We Come In Peace

We Come In Peace
by CAPT John Wallace, USN (Retired)

ong before I had an inkling that I would wind down my life as a resident of Hawaii, I spent some memorable months of my early naval career in the islands.

In 1962, as my ship steamed along the coast of Oahu and up the Pearl Harbor channel, Hawaii was a vastly different place than it is today. The large open areas along Waikiki have long since blossomed into the overbuilt skyline of high rise hotels and condominiums familiar to today’s residents and tourists. The Interstate Highway system that now traverses Oahu wasn’t even a concept then, much less a necessity. Would you believe that an island state, roughly 100 miles long and 50 miles wide, contiguous to no other states, has three numbered Interstate highways…and still has daily gridlock? Those who long for the slower pace of Hawaii’s early years need look no farther than rush hour on these three arteries. For a three hour period at the beginning and end of each weekday, King Kamehameha’s foot soldiers could run laps around commuters oozing to and from work.

The purpose of our January 1962 deployment from San Diego to Hawaii was to build up certain Pacific islands in support of U.S. nuclear weapons testing scheduled that summer. Specifically, we were to move large amounts of cargo (everything from Nike missiles to Jack Daniels) to Johnston Atoll and Christmas Island, set up a weather station on Palmyra Island, and warn the inhabitants of Fanning and Jarvis Islands that Armageddon was about to erupt in their backyard. I was assigned the mission of taking a search party ashore at Jarvis to find, warn and if need be, remove any inhabitants. As it turned out, Jarvis had no human inhabitants—every foot of the almost barren rock was visible from the bridge of the ship. As near as I could determine, Jarvis served only as a bathroom rest stop for transiting birds who, either too uncoordinated to fly and poop at the same time, or lacking human targets, came from miles around to contribute to the growing mounds of guano. The island’s only structure, a dilapidated barn leveled by numerous Pacific storms, was a vestige of a once active guano mining enterprise, abandoned decades before.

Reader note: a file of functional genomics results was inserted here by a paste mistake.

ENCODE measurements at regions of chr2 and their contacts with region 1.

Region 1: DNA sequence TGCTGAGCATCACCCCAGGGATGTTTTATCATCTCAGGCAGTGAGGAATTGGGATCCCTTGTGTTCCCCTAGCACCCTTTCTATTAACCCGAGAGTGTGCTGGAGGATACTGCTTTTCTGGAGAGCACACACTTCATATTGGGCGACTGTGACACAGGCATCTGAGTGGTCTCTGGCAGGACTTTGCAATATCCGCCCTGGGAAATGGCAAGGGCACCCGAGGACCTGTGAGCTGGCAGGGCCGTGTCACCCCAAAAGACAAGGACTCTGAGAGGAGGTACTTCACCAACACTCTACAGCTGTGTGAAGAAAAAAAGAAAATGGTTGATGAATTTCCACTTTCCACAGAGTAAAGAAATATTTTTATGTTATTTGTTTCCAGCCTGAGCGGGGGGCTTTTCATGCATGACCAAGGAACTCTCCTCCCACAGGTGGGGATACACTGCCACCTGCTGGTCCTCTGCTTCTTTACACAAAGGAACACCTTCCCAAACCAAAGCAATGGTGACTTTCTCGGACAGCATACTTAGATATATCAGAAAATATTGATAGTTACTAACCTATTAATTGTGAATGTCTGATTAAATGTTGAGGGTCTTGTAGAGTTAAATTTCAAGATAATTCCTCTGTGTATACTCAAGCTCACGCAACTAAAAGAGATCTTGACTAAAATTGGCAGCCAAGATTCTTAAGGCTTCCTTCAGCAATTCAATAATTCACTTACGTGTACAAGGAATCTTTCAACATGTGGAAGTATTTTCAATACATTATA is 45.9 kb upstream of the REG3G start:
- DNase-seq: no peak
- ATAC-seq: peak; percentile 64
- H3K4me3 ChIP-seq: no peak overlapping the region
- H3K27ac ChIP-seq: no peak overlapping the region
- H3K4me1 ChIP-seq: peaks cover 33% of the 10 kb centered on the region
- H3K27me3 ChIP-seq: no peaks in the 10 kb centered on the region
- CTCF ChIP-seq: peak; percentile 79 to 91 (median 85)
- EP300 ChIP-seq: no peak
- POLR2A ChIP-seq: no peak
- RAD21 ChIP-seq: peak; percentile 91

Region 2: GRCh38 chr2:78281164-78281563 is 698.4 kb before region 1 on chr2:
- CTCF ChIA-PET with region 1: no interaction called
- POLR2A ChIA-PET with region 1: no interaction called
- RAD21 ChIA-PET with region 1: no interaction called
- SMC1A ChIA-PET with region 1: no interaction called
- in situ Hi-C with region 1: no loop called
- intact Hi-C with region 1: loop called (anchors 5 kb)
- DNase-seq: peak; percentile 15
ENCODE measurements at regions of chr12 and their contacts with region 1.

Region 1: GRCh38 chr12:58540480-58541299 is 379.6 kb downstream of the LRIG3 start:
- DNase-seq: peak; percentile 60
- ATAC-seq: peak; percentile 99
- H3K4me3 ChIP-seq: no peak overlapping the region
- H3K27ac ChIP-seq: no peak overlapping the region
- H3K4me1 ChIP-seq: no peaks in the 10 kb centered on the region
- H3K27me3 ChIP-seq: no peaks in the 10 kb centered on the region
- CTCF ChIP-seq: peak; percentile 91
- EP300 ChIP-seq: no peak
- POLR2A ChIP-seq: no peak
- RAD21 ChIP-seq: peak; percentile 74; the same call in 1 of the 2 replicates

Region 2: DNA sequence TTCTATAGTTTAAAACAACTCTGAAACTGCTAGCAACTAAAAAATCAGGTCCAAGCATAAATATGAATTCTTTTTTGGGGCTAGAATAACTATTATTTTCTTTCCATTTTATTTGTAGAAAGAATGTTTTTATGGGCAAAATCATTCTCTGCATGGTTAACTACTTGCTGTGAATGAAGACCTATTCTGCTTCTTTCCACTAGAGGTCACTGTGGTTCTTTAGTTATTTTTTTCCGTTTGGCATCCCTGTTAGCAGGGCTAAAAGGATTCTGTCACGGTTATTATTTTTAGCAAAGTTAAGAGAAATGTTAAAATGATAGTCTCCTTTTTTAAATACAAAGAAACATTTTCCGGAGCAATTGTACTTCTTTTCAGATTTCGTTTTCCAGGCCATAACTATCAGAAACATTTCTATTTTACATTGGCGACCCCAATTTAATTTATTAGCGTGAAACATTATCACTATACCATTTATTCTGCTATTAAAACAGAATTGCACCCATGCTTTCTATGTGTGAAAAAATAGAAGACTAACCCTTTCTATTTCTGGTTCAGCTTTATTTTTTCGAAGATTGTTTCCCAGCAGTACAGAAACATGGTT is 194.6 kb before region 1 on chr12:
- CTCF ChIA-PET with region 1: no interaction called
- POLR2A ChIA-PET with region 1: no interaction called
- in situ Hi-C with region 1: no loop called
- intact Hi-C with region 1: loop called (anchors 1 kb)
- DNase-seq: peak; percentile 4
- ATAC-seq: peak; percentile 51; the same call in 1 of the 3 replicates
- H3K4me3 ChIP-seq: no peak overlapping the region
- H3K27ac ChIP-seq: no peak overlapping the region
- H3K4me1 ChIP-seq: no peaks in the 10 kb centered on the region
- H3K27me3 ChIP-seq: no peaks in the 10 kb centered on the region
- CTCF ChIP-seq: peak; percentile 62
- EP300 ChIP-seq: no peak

The long transits to and from these isolated specks in the vast Pacific were accomplished at less than warp speed, which translated into many weeks at sea on a rolling deck; so we were always eager to return to our stable haven at Pearl Harbor. Those infrequent returns to civilization were, however, overshadowed by the knowledge that we would soon be back on the high seas, steaming toward the Southern Cross, about to become part of history as participants in a test which would, for the first (and last) time, launch and explode a nuclear weapon in the earth’s outer atmosphere.

 

Entered the Naval Air Reserve out of high school in 1955, serving with VF-782 as an AT striker at Los Alamitos NAS, CA.
After graduation from college, attended OCS and was commissioned in March 1961. His duty assignments included USS Polk County (LST 1084)as Deck and Gunnery Officer; Navy Language School in Anacostia, MD, studying the Russian language; ACNSG Fort Meade, MD. as a submarine rider; NSGA Bremerhaven, Germany as Communications Officer; Vietnam as OIC of Special Support Group to MACV SOG; NSG HQ in Washington, DC; Naval Postgraduate School in Monterey, CA; NCS Rota, Spain as Operations Officer; NSG HQ; ACNSG at Fort Meade; CINCUSNAVEUR London, UK as Deputy DNSGEur; NSGA Puerto Rico as Commanding Officer; NSA Fort Meade; NCPAC Hawaii as Deputy NCPAC.
Retired in January 1989 and remains in Hawaii.

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